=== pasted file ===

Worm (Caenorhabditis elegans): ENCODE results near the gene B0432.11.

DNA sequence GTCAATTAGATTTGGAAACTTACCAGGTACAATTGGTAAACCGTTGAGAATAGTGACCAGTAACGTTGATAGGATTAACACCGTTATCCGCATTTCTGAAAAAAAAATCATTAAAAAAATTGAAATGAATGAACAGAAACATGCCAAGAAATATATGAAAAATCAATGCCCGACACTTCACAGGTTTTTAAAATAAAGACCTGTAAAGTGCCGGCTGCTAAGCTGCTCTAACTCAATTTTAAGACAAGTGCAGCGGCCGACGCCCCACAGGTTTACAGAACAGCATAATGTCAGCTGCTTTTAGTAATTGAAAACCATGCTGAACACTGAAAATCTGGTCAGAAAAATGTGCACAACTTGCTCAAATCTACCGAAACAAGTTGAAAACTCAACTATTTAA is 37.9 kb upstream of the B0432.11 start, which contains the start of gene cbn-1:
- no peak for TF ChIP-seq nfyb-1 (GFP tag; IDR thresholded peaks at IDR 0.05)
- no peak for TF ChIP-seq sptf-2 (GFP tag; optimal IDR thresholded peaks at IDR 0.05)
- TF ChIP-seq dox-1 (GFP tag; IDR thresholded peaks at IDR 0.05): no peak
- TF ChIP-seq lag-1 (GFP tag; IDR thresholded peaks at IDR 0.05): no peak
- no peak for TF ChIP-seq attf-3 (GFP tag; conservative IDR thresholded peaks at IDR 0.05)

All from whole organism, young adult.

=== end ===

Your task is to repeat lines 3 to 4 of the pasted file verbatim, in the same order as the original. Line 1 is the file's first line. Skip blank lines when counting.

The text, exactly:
- no peak for TF ChIP-seq nfyb-1 (GFP tag; IDR thresholded peaks at IDR 0.05)
- no peak for TF ChIP-seq sptf-2 (GFP tag; optimal IDR thresholded peaks at IDR 0.05)